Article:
Author Topic: 1956 trailblazer fluids  (Read 394 times)

0 Members and 1 Guest are viewing this topic.


  • Neophyte
  • *
  • Posts: 1
  • Karma: 0
on: September 13, 2022, 02:36:51 am
I purchased a 56 trailblazer 700 a year ago and I am working on getting it fixed up. It was sitting in a barn for 40 years and needs an overhaul. I bought an old parts manual and repair manual, but it doesn’t say what oil, transmission fluid, fuel it takes. If anyone knows where I can find that info or knows what it takes, that would awesome. First restore and I’m learning as I go. Any advice would be appreciated

AzCal Retred

  • Chennai Wrencher
  • Grand Gearhead
  • *****
  • Posts: 5,497
  • Karma: 0
  • a journey of a thousand li starts under one's feet
Reply #1 on: September 13, 2022, 06:26:33 am
Pretty much everything you'll need is found here:

Here's the link to the Hitchcock's online parts book for the 1956 700cc Super Meteor, but the Trailblazer could have used an earlier engine:

Here's the link to the Hitchcock's downloadable manual for the Trailblazer:

Download the manual, peruse it, make up a needed parts list, post some pics of your bike here. Lots of folks here with "twin" chops. We need to see what you are working with and get an idea of your experience level. Help us help you.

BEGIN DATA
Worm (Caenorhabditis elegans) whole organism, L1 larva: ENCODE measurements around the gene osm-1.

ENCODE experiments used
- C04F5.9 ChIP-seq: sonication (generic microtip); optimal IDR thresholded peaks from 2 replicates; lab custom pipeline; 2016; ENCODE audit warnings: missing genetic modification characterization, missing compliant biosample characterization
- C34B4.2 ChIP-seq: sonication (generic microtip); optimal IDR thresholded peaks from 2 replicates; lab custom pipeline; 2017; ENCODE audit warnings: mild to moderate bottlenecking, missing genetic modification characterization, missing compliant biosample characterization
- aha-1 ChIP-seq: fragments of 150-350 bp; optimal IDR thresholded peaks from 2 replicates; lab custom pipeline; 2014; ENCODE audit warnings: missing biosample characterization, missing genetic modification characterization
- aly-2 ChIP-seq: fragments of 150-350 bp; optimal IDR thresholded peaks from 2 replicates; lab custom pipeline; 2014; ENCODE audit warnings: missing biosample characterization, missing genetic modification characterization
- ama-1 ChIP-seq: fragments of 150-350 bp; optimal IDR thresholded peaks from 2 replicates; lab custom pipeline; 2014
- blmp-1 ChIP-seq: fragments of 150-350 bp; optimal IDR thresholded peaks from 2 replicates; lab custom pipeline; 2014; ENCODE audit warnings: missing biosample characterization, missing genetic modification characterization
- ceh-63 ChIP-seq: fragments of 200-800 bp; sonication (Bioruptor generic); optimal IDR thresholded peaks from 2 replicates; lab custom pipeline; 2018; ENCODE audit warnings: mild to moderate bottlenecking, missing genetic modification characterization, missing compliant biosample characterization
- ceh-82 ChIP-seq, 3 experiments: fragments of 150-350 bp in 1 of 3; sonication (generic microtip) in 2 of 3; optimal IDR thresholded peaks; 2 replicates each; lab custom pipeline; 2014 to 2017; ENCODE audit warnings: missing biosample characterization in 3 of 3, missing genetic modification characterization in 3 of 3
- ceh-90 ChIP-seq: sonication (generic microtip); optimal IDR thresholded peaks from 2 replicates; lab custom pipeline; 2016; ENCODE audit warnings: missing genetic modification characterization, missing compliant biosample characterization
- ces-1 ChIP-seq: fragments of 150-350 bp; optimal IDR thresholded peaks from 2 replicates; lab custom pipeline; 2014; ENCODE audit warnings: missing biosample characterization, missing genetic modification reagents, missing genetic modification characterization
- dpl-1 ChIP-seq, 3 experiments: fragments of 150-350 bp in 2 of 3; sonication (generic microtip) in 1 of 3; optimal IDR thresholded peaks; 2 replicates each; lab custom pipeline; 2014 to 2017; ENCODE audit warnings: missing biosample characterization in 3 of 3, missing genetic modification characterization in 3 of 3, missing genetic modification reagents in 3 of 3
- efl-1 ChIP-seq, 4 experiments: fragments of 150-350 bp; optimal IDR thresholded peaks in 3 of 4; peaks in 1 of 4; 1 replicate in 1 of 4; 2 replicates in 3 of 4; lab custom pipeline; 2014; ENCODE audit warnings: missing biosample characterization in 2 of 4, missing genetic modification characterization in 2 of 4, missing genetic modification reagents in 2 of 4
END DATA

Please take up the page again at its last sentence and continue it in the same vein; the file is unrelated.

A trifecta of Pre-Unit Bullets: a Red Deluxe 500, a Green Standard 500, and a Black ES 350.


  • Weilder of Hammers
  • Grease Monkey
  • ****
  • Posts: 479
  • Karma: 0
Reply #2 on: September 14, 2022, 01:35:08 pm
You can't really rely on the manual entirely today as the lubricants they had then were much different from what we have available today. Originally they called for straight 40 in average conditions, 50 in temps above 90F and 30 in cold weather.

IMO, these like a thicker oil, such as 20w-50 (straight 50 can be difficult to find). Equally important is to find oil with a higher zinc content. "Racing" oil usually does (I run Valvoline in mine) or diesel oil. Note that these bikes have a dipstick with a wide range of capacity between 'full' and 'add'. Keep the level in the middle, not filled to the top line. Too much oil and it will start forcing it out wherever it can.

Primary side, most feel that Type F automatic transmission fluid works the best. What is nice about using ATF is it is red, so if you have a leak there it is easy to determine what part of the bike is pissing on your floor!

Gearbox is same as engine, 40w preferred. There is some belief that the gearbox just takes grease, because that's how they do it in India, but that is incorrect. A combination of grease and oil that makes a 'slurry' also seems to be acceptable.
2007 five speed 'Deluxe', 1964 750 Interceptor